Supreme Court Justice Gray and the Great Tomato Decision


An Historical Dichotomy for Children

(Look for important words in bold and discussion questions at the end.)

In 1893, America had a very big decision to make.

Vegetables from far away came with a tariff. Tariffs are extra money paid to the government on imported goods.

But one day, Mr. Nix was bringing in tomatoes. He was asked to pay the vegetable tariff.

Was the tomato a fruit or a vegetable?

Nobody knew the right answer. Nobody knew if they had to pay extra money for tomatoes.

Mr. Nix was angry. He went to the Supreme Court. The Supreme Court has nine judges, and they solve the biggest problems in America. The man in charge of the Supreme Court was Justice Gray.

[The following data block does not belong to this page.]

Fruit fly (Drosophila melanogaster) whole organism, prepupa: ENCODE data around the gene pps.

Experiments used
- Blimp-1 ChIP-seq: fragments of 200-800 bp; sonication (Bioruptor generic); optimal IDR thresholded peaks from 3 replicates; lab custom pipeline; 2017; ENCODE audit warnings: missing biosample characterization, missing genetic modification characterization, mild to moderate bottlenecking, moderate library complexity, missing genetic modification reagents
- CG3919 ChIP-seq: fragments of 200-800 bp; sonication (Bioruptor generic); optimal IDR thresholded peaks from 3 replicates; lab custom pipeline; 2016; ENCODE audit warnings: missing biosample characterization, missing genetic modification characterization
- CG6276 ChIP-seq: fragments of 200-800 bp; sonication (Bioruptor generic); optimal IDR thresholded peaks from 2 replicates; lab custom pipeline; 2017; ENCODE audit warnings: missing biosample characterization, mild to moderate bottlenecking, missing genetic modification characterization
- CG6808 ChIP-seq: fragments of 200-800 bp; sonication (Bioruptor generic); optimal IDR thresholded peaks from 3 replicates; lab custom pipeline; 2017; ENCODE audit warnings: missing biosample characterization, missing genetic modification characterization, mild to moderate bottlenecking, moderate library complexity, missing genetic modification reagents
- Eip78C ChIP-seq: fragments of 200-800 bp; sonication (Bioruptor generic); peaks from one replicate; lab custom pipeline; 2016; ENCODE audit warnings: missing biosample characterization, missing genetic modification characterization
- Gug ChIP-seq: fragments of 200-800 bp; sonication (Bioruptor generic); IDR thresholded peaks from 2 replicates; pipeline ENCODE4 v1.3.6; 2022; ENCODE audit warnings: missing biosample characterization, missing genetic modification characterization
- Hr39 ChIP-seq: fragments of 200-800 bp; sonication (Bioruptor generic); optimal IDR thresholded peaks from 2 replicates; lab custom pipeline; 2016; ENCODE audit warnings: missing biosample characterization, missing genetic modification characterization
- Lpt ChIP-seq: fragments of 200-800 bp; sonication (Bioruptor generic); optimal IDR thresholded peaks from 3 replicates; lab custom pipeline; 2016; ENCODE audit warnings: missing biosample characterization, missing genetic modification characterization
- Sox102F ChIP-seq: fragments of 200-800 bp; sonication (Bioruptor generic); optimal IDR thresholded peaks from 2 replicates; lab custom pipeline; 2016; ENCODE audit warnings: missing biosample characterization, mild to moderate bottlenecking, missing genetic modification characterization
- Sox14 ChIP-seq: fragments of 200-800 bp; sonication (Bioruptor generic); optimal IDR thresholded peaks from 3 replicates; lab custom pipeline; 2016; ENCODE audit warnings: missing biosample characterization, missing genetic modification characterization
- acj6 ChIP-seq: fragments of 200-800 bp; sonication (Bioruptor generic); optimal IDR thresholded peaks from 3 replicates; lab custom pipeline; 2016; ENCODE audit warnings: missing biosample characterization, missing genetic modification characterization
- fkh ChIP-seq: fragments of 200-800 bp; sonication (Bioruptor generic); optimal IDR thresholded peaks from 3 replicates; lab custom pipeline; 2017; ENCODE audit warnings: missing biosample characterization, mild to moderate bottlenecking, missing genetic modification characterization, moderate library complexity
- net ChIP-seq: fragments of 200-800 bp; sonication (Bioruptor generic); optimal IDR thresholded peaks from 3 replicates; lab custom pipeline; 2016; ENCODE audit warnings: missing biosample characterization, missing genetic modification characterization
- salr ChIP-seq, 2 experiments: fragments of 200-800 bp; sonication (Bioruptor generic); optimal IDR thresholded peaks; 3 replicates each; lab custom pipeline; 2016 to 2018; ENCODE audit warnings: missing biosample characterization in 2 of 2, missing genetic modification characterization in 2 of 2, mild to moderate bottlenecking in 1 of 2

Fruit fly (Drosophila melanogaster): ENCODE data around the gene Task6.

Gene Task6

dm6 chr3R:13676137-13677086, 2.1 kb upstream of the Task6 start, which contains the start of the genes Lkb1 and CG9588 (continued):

Mr. Nix testified that tomatoes are fruits. He used evidence to support his claims in court. Tomatoes have seeds and grow on a vine. Tomatoes are like very large, juicy grapes.

Justice Gray agreed that tomatoes are fruits in a botanical sense. Tomatoes are fruits by biological definition… but NOT by law.

Justice Gray made a counterargument. Vegetables are eaten with dinner, and fruits are eaten with dessert. Tomatoes are eaten with dinner. They are legally classified as vegetables. They are officially known as vegetables in America. Mr. Nix had to pay the extra money. Mr. Nix was sad.

Many scientists thought that Justice Gray was wrong, but he did make some valid arguments. Tomato ice cream DOES sound icky, doesn’t it?

This event was very important in America. It showed everyone that politics transcended nature. Laws did not have to follow obvious empirical classifications.

Today, the tomato is still classified as a vegetable, even after the tariff went away.


What do YOU think?

Was Justice Gray correct?

Or did he distort his argument intentionally with irrelevant information so that the government could collect as much tax as possible on incorrectly classified produce?

How would YOU have solved the case?


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